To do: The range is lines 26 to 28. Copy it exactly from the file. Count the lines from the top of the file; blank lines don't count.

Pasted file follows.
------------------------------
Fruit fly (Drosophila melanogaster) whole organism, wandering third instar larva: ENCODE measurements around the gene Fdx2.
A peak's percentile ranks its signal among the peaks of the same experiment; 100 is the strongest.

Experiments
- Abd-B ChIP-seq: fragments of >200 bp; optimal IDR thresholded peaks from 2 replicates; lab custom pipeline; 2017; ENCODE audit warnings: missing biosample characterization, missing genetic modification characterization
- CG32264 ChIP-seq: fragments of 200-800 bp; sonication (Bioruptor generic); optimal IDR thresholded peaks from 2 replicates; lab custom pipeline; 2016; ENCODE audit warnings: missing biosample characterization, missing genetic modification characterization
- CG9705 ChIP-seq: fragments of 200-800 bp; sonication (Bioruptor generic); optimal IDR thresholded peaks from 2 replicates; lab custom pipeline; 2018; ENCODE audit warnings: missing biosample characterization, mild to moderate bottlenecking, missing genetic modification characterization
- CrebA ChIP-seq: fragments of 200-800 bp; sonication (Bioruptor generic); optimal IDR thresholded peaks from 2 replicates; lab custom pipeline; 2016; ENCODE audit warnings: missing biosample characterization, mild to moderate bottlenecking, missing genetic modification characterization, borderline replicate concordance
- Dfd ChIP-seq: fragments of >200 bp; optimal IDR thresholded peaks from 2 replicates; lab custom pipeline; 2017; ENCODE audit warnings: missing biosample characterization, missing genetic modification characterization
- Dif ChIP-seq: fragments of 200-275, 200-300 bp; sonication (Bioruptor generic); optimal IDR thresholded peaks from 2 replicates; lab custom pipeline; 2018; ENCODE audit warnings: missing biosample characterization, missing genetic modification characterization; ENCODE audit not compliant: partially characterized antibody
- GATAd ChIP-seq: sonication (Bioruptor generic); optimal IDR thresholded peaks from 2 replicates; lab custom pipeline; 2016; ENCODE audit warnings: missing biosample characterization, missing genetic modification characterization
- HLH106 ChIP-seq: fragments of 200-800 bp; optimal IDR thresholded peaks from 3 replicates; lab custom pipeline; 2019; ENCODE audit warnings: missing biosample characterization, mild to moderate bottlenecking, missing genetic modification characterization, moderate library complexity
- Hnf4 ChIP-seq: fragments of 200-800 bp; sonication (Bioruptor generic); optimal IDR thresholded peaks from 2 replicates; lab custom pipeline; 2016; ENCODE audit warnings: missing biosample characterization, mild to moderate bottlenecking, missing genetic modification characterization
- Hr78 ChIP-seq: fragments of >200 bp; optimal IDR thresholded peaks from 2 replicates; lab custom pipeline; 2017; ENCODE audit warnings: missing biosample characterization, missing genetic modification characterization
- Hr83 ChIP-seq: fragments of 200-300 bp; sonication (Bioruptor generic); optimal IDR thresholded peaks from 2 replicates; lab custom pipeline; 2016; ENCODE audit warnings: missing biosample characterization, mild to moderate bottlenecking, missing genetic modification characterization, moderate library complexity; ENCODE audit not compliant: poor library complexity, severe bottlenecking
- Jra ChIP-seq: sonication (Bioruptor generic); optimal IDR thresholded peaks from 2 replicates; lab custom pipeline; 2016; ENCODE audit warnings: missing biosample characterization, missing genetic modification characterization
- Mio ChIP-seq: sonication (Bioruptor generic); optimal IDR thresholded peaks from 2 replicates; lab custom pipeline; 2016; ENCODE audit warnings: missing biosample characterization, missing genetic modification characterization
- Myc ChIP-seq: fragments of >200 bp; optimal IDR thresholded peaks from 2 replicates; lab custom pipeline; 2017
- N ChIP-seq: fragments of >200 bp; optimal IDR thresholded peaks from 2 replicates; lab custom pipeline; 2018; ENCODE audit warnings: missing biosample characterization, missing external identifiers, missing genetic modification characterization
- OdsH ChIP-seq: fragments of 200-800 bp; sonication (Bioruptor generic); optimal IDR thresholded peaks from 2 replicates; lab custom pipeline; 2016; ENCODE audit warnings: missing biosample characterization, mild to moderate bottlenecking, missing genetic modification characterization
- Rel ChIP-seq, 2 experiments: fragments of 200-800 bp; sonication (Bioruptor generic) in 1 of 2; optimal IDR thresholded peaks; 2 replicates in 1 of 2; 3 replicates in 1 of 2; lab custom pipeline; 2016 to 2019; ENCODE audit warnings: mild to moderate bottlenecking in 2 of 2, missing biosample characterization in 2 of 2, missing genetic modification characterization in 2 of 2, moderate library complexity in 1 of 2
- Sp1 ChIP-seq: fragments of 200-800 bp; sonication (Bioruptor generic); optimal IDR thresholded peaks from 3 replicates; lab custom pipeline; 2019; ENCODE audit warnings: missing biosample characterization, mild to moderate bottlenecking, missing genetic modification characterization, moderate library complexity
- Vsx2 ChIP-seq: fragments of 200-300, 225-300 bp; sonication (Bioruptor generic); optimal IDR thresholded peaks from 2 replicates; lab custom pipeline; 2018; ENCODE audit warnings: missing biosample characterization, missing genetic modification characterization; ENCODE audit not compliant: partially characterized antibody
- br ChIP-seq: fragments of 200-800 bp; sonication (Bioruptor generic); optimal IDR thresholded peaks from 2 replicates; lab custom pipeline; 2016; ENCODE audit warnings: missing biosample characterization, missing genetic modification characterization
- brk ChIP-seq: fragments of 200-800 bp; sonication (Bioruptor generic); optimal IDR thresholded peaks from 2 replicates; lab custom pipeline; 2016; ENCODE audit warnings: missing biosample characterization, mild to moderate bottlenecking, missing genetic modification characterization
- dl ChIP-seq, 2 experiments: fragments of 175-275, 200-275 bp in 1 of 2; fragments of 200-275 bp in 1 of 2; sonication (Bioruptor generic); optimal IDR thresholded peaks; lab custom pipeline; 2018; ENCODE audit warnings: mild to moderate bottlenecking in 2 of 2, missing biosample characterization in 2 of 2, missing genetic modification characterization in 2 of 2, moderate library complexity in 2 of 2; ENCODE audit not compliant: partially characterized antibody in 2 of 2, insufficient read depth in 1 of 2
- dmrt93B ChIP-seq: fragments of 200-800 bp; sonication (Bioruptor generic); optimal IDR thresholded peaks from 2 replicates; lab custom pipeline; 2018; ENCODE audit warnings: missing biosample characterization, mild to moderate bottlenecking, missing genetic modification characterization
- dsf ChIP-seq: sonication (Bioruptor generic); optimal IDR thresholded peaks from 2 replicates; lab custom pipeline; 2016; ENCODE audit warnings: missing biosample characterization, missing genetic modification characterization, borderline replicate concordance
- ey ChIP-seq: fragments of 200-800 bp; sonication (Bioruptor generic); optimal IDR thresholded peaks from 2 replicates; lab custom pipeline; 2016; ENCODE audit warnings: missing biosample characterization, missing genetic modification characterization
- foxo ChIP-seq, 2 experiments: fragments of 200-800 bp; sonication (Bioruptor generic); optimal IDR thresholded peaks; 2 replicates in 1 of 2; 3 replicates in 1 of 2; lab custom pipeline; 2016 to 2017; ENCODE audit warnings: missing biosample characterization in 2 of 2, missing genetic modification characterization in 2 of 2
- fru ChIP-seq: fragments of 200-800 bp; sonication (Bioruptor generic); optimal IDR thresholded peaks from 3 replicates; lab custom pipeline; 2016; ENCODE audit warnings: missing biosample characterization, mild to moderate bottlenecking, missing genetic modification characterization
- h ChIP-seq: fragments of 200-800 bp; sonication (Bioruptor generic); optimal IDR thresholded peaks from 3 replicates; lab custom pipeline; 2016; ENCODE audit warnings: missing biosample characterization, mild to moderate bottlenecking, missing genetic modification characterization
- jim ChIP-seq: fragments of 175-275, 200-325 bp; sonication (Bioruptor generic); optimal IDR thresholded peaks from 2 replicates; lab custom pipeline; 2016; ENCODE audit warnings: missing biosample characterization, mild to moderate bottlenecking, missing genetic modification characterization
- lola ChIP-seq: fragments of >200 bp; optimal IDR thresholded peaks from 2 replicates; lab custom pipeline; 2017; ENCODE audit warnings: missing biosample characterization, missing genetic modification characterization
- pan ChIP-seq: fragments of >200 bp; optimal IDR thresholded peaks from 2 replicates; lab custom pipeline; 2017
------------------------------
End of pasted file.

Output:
- dmrt93B ChIP-seq: fragments of 200-800 bp; sonication (Bioruptor generic); optimal IDR thresholded peaks from 2 replicates; lab custom pipeline; 2018; ENCODE audit warnings: missing biosample characterization, mild to moderate bottlenecking, missing genetic modification characterization
- dsf ChIP-seq: sonication (Bioruptor generic); optimal IDR thresholded peaks from 2 replicates; lab custom pipeline; 2016; ENCODE audit warnings: missing biosample characterization, missing genetic modification characterization, borderline replicate concordance
- ey ChIP-seq: fragments of 200-800 bp; sonication (Bioruptor generic); optimal IDR thresholded peaks from 2 replicates; lab custom pipeline; 2016; ENCODE audit warnings: missing biosample characterization, missing genetic modification characterization